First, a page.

One of America's greatest singer-songwriters of the past 40 years will be performing Friday night in Monterey.
Multiple Grammy Award-winner John Prine will perform at the Golden State Theatre, with young songwriting talent Justin Townes Earle opening the show presented by the Bay Area's Goldenvoice.
Prine, whose songs such as "Sam Stone," "Angel from Montgomery," "Hello in There," and "Paradise" have become American classics and been covered by too many major artists to be mentioned, but a short list would include Johnny Cash, Bonnie Raitt, the Everly Brothers, John Denver, Kris Kristofferson, Carly Simon, Ben Harper and Joan Baez.
Long considered a "songwriter's songwriter," Prine got such glowing reviews for his first album in 1971 that he was tabbed the "next Dylan," always a backhanded kiss of death for most struggling musicians.
But not Prine. Dylan would show up unannounced to many of his early club shows in New York City, accompanying Prine on harmonica on some of his songs.
And Dylan has always professed an admiration for Prine, telling the Huffington Post in 2009 that he was one of his favorite writers.
"Prine's stuff is pure Proustian existentialism," he said that interview. "Midwestern mindtrips to the nth degree. And he writes beautiful songs. I remember when Kris Kristofferson first brought him on the scene.
The late country legend Johnny Cash said Prine was one his favorite songwriters.
"I don't listen to music much at the farm, unless I'm going into songwriting mode and looking for inspiration," he writes in his autobiography "Cash." "Then I'll put on something by the writers I've admired and used for years — Rodney Crowell, John Prine, Guy Clark and the late Steve Goodman are my Big Four."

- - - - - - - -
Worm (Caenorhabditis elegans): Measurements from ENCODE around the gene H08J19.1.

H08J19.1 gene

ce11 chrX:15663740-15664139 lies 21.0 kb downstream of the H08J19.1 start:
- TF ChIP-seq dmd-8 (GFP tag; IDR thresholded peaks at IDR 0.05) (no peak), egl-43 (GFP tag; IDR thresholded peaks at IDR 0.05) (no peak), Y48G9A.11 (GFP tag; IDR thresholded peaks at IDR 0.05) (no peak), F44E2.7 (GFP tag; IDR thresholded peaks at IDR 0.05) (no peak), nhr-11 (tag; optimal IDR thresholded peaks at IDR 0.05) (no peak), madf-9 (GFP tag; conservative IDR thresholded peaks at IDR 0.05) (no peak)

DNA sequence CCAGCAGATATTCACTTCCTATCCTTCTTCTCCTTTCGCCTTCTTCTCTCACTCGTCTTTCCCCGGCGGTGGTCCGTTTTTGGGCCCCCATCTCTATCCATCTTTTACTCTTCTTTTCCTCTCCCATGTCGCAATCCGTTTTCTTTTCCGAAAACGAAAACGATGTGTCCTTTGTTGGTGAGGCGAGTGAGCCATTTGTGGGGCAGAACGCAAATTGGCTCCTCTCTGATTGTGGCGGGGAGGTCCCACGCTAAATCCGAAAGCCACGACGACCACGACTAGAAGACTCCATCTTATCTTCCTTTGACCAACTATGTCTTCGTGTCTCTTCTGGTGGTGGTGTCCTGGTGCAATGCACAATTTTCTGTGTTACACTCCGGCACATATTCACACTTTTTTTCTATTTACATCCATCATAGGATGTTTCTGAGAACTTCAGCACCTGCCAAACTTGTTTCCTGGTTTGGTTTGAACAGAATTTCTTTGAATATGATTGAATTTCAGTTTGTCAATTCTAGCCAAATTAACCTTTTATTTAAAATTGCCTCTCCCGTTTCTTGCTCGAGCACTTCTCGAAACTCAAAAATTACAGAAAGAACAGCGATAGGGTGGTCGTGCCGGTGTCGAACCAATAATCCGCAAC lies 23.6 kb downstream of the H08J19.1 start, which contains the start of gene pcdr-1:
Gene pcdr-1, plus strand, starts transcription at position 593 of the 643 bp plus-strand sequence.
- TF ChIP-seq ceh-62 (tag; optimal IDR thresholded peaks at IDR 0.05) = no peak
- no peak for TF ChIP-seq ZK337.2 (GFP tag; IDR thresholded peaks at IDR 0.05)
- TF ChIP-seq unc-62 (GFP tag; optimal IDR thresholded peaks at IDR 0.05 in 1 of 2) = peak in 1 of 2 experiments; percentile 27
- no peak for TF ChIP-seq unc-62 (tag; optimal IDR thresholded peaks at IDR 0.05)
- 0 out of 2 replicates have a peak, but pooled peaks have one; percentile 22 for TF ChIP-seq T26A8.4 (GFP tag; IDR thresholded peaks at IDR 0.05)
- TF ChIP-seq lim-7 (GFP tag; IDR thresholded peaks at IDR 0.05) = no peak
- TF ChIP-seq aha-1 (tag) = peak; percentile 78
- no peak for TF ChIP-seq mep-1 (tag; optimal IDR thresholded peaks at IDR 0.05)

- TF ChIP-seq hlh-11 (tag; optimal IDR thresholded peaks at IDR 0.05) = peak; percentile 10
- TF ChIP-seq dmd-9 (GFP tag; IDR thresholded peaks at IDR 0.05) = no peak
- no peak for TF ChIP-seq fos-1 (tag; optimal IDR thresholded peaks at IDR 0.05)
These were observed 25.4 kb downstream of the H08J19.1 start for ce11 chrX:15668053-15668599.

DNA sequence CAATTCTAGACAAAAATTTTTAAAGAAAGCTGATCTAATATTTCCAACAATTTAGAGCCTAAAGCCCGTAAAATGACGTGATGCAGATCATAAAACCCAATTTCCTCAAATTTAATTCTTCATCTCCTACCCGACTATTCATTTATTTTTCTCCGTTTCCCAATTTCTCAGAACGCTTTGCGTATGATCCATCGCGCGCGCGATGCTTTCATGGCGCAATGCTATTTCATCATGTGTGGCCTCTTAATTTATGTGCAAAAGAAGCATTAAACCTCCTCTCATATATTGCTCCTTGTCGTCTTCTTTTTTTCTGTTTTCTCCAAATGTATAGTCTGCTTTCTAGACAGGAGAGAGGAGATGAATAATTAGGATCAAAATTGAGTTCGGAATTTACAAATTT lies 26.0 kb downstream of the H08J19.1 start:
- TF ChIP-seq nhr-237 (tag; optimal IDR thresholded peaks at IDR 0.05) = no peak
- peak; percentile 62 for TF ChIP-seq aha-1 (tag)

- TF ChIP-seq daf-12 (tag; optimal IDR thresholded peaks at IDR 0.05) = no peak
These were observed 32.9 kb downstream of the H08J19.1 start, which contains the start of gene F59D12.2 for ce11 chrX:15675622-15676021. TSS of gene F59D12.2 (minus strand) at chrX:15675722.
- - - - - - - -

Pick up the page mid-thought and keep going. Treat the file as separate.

Even artists in other genres have expressed their admiration.
Roger Waters of Pink Floyd and great solo success was asked if he heard Pink Floyd's influence in modern British rock bands such as Radiohead.
"I don't really listen to Radiohead," he said in an interview in Word Magazine in 2008. "I listened to the albums and they just didn't move me in the way, say, John Prine does. His is just extraordinarily eloquent music — and he lives on that plane with Neil Young and Lennon."
Plus Prine has a backstory that a Hollywood screenwriter would have difficulty in making people buy, even though it sounds like a Prine song in itself.
Prine was a working mailman and aspiring songwriter in the late '60s and early '70s when he would frequent a Chicago club, The Fifth Peg, during its open-mic nights.
One night Prine was challenged by an audience member when he muttered under his breath about the lack of artistry in one of the performers that night. So, as the story goes, Prine got up and cautiously played his song "Great Society Conflict Veteran's Blues," which was later retitled "Sam Stone" and became one of his most popular songs.
He got such a rousing reaction that night that he did a few more tunes he had in the bag, but had never played publicly, and the audience ate it up. The club offered him a regular gig on the spot.